D is for Daguerreotype

| February 10, 2014

In one of my favorite classes at Rutgers we learned about early American photography, which starts with the Daguerreotype. The daguerreotype is a photographic technique invented by Louis-Jacques-Mandé Daguerre in 1839. A daguerreotype uses a silver or silver-coated-copper plate to develop an image in a camera obscura. The image is formed when the light-sensitive plate is exposed to light through a camera lens. A daguerreotype was a unique, direct positive image that could not produce copies.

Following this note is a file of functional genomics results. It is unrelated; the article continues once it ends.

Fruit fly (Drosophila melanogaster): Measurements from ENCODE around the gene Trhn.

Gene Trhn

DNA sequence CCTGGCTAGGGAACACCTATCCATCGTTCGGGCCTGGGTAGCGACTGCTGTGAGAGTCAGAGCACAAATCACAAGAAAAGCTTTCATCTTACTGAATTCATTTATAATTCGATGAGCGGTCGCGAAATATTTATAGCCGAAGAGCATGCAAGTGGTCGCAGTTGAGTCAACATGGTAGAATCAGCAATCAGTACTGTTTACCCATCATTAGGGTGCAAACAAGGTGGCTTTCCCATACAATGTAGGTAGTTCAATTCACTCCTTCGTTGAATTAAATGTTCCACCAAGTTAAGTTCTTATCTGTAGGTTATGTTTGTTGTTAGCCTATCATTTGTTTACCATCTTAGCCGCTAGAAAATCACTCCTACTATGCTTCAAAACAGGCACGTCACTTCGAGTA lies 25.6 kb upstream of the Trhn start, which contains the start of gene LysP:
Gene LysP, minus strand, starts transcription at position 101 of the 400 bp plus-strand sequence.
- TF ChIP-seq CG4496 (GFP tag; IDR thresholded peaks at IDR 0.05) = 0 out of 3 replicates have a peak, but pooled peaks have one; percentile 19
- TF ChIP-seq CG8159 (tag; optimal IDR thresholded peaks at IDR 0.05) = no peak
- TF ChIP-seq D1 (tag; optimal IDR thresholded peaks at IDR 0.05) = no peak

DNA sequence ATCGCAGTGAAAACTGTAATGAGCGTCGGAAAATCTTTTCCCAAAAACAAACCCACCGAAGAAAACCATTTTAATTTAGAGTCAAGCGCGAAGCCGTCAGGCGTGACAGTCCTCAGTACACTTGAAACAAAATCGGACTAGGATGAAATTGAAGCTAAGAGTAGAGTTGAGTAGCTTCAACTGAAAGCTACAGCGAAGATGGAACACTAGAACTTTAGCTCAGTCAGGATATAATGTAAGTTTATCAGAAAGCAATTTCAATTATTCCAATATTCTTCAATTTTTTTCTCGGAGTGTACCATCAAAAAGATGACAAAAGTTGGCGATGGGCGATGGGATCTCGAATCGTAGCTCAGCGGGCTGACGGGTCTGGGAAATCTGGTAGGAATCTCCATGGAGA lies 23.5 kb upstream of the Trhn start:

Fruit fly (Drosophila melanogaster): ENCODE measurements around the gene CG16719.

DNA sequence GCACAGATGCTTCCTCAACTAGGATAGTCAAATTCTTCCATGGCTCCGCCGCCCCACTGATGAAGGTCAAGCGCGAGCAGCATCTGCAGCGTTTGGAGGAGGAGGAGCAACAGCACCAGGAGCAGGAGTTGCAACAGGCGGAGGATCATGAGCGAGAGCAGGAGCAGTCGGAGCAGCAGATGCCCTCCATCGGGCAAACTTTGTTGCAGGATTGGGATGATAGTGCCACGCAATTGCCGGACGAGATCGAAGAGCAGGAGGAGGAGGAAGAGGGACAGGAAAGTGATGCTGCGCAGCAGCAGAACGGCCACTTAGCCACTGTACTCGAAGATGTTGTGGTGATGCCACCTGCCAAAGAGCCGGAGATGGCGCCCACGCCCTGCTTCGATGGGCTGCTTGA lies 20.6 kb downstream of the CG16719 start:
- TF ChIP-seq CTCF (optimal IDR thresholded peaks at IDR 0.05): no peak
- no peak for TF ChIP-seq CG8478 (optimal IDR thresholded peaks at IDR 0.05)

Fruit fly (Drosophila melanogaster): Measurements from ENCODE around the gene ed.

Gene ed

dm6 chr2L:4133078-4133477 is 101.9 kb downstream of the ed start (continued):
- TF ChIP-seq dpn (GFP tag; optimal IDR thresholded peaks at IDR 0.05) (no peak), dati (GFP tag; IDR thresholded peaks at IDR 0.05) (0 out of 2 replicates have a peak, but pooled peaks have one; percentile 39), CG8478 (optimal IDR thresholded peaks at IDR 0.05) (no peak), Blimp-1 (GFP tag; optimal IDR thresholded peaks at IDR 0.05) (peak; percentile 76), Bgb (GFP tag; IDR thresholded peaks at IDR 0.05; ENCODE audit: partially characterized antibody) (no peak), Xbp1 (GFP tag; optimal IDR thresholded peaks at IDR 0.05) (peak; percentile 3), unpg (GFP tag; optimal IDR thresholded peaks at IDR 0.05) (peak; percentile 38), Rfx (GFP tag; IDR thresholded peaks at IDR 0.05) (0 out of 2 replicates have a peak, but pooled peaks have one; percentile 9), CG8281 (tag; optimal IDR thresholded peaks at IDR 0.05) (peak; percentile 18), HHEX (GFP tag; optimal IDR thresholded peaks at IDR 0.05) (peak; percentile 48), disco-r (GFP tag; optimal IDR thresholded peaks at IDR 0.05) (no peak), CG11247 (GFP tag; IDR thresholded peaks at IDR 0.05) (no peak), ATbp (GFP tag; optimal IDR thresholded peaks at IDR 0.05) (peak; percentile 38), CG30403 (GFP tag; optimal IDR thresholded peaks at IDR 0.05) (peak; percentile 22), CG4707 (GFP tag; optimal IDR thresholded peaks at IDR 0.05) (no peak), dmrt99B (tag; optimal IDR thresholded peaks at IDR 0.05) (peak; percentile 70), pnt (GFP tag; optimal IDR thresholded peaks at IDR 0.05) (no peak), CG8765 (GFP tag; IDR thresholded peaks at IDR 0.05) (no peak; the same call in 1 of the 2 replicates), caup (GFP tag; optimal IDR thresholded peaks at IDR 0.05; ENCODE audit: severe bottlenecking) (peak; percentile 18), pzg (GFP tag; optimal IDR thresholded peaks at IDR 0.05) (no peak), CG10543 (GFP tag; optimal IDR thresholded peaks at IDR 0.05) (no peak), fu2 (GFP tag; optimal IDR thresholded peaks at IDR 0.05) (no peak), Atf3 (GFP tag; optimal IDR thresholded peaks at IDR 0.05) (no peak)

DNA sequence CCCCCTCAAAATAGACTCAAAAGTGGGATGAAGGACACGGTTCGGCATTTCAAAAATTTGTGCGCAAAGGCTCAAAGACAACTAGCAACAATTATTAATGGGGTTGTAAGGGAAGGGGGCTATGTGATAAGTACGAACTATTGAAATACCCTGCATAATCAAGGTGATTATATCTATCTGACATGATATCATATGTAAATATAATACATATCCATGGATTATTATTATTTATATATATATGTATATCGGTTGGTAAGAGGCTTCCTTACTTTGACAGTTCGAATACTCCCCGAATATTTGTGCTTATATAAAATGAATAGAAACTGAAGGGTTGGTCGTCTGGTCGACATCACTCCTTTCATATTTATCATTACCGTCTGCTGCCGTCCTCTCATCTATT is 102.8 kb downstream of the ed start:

This is the first widespread photographic technique and one of the first mechanical ways to capture visual scenes. It required about ten minutes of exposure with a brightly sunlit object. The oldest are Daguerre’s images of Paris.